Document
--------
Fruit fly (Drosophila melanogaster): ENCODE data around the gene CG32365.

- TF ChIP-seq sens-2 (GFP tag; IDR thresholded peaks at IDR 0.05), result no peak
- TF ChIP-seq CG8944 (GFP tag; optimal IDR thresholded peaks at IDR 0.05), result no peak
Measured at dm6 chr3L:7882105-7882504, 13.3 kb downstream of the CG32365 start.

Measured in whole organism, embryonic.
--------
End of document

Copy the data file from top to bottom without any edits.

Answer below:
Fruit fly (Drosophila melanogaster): ENCODE data around the gene CG32365.

- TF ChIP-seq sens-2 (GFP tag; IDR thresholded peaks at IDR 0.05), result no peak
- TF ChIP-seq CG8944 (GFP tag; optimal IDR thresholded peaks at IDR 0.05), result no peak
Measured at dm6 chr3L:7882105-7882504, 13.3 kb downstream of the CG32365 start.

Measured in whole organism, embryonic.